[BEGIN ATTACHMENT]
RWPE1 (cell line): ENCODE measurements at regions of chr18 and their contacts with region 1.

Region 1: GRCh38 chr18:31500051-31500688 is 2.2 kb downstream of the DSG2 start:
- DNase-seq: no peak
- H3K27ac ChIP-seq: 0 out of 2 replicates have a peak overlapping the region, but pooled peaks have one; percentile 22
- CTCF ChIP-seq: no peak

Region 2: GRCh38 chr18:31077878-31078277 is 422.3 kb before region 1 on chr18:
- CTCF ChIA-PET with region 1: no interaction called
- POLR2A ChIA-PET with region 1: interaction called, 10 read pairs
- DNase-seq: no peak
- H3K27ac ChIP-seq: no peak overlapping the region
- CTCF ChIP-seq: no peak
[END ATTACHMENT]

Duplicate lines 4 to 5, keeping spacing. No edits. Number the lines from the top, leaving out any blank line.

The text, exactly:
- H3K27ac ChIP-seq: 0 out of 2 replicates have a peak overlapping the region, but pooled peaks have one; percentile 22
- CTCF ChIP-seq: no peak